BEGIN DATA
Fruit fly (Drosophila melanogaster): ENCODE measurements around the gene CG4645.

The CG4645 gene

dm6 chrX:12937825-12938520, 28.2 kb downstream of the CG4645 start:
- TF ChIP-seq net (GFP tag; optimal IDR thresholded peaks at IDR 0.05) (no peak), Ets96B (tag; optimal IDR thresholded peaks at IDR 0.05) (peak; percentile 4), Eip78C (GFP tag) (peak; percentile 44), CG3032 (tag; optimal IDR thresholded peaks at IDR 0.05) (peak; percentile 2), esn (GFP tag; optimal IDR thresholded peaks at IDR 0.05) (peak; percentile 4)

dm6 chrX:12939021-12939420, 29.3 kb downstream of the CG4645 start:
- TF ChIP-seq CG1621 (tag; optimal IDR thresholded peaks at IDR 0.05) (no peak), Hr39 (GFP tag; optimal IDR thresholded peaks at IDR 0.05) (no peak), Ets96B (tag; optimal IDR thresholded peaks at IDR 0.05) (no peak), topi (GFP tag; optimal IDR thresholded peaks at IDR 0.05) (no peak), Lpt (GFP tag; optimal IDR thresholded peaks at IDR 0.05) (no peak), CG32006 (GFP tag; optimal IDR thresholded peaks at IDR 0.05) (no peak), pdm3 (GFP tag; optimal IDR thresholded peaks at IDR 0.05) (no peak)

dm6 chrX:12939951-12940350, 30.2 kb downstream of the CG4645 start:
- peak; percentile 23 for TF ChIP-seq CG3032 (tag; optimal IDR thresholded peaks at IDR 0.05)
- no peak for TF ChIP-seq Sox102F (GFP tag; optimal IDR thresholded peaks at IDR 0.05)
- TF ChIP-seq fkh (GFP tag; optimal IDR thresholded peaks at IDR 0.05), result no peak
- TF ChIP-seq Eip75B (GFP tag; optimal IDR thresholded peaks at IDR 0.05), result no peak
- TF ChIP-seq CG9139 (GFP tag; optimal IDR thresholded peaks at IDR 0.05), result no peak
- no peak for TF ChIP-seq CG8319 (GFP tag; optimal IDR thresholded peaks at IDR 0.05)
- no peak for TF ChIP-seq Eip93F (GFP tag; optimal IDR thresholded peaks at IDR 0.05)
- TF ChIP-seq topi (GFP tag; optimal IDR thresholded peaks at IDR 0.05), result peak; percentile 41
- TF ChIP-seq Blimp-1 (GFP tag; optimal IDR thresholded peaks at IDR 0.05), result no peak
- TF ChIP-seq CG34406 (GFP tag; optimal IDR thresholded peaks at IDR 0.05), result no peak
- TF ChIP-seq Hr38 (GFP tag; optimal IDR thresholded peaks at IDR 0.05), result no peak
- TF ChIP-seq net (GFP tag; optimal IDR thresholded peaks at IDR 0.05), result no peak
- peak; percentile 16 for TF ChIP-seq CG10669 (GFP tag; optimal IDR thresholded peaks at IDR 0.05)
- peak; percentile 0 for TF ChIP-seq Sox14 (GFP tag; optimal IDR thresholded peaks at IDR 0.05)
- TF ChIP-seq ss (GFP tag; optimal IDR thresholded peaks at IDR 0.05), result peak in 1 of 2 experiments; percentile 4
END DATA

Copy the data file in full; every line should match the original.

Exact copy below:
Fruit fly (Drosophila melanogaster): ENCODE measurements around the gene CG4645.

The CG4645 gene

dm6 chrX:12937825-12938520, 28.2 kb downstream of the CG4645 start:
- TF ChIP-seq net (GFP tag; optimal IDR thresholded peaks at IDR 0.05) (no peak), Ets96B (tag; optimal IDR thresholded peaks at IDR 0.05) (peak; percentile 4), Eip78C (GFP tag) (peak; percentile 44), CG3032 (tag; optimal IDR thresholded peaks at IDR 0.05) (peak; percentile 2), esn (GFP tag; optimal IDR thresholded peaks at IDR 0.05) (peak; percentile 4)

dm6 chrX:12939021-12939420, 29.3 kb downstream of the CG4645 start:
- TF ChIP-seq CG1621 (tag; optimal IDR thresholded peaks at IDR 0.05) (no peak), Hr39 (GFP tag; optimal IDR thresholded peaks at IDR 0.05) (no peak), Ets96B (tag; optimal IDR thresholded peaks at IDR 0.05) (no peak), topi (GFP tag; optimal IDR thresholded peaks at IDR 0.05) (no peak), Lpt (GFP tag; optimal IDR thresholded peaks at IDR 0.05) (no peak), CG32006 (GFP tag; optimal IDR thresholded peaks at IDR 0.05) (no peak), pdm3 (GFP tag; optimal IDR thresholded peaks at IDR 0.05) (no peak)

dm6 chrX:12939951-12940350, 30.2 kb downstream of the CG4645 start:
- peak; percentile 23 for TF ChIP-seq CG3032 (tag; optimal IDR thresholded peaks at IDR 0.05)
- no peak for TF ChIP-seq Sox102F (GFP tag; optimal IDR thresholded peaks at IDR 0.05)
- TF ChIP-seq fkh (GFP tag; optimal IDR thresholded peaks at IDR 0.05), result no peak
- TF ChIP-seq Eip75B (GFP tag; optimal IDR thresholded peaks at IDR 0.05), result no peak
- TF ChIP-seq CG9139 (GFP tag; optimal IDR thresholded peaks at IDR 0.05), result no peak
- no peak for TF ChIP-seq CG8319 (GFP tag; optimal IDR thresholded peaks at IDR 0.05)
- no peak for TF ChIP-seq Eip93F (GFP tag; optimal IDR thresholded peaks at IDR 0.05)
- TF ChIP-seq topi (GFP tag; optimal IDR thresholded peaks at IDR 0.05), result peak; percentile 41
- TF ChIP-seq Blimp-1 (GFP tag; optimal IDR thresholded peaks at IDR 0.05), result no peak
- TF ChIP-seq CG34406 (GFP tag; optimal IDR thresholded peaks at IDR 0.05), result no peak
- TF ChIP-seq Hr38 (GFP tag; optimal IDR thresholded peaks at IDR 0.05), result no peak
- TF ChIP-seq net (GFP tag; optimal IDR thresholded peaks at IDR 0.05), result no peak
- peak; percentile 16 for TF ChIP-seq CG10669 (GFP tag; optimal IDR thresholded peaks at IDR 0.05)
- peak; percentile 0 for TF ChIP-seq Sox14 (GFP tag; optimal IDR thresholded peaks at IDR 0.05)
- TF ChIP-seq ss (GFP tag; optimal IDR thresholded peaks at IDR 0.05), result peak in 1 of 2 experiments; percentile 4